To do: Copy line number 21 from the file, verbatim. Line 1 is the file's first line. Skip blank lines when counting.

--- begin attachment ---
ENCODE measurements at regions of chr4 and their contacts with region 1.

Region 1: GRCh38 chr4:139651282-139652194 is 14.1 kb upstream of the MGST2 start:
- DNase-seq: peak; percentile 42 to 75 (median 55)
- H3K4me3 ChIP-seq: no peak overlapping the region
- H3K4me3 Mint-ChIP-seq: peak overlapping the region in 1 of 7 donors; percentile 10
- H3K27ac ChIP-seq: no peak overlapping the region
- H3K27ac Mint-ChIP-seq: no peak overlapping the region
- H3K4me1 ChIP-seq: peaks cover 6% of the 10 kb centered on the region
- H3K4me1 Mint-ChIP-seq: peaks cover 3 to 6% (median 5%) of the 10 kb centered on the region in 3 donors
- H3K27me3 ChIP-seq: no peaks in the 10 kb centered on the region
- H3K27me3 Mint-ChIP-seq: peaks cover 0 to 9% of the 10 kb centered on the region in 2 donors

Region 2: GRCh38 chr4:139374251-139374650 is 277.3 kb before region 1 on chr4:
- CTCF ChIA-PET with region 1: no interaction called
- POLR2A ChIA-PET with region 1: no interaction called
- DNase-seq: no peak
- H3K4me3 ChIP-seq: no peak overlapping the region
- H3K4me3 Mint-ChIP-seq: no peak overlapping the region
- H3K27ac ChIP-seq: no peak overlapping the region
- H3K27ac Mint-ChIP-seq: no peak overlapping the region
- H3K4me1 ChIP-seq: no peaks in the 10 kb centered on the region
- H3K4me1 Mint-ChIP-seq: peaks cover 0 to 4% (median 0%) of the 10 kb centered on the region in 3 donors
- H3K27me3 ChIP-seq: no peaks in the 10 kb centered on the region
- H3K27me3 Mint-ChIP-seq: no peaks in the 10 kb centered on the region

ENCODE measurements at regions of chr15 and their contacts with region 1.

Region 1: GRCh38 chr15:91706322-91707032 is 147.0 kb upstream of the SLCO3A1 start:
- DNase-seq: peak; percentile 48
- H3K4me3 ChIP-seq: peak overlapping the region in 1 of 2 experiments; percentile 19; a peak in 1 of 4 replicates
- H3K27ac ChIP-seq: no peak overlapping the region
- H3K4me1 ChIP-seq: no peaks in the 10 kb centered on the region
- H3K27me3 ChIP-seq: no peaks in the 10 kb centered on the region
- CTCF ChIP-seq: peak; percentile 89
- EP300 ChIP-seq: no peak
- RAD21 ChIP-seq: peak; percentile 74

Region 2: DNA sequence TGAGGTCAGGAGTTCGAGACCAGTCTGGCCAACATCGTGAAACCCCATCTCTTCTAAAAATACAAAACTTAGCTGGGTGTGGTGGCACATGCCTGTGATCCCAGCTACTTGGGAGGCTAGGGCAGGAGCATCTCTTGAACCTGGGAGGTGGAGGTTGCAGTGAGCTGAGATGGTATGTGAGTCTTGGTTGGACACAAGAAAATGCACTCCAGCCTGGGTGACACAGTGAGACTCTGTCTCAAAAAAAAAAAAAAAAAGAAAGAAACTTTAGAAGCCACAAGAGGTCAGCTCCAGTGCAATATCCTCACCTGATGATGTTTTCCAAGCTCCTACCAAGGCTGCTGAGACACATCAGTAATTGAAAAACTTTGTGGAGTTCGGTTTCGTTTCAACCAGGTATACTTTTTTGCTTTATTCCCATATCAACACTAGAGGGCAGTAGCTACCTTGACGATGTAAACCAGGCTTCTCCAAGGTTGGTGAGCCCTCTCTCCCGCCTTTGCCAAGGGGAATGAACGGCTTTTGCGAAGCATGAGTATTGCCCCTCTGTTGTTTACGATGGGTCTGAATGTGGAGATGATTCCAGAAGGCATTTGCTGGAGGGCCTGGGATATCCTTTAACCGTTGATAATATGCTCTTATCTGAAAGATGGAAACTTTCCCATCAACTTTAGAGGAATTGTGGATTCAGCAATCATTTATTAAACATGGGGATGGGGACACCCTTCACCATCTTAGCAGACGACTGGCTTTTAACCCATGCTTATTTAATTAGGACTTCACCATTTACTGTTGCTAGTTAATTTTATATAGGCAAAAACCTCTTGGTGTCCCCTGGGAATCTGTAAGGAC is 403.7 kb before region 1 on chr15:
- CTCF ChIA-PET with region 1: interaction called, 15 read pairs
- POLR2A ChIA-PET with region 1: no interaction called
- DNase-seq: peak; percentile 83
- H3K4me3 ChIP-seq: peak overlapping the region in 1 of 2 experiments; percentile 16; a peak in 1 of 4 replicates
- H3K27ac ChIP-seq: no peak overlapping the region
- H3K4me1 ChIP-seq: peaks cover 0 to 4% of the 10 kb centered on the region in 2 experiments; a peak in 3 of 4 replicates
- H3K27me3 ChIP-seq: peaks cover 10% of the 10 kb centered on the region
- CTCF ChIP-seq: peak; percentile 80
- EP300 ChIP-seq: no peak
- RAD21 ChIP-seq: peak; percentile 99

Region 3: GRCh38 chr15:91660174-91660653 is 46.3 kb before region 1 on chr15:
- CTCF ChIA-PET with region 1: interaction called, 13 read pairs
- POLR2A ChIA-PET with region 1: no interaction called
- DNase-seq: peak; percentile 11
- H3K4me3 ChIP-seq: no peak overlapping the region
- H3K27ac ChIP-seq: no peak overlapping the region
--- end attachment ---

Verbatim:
- H3K4me1 Mint-ChIP-seq: peaks cover 0 to 4% (median 0%) of the 10 kb centered on the region in 3 donors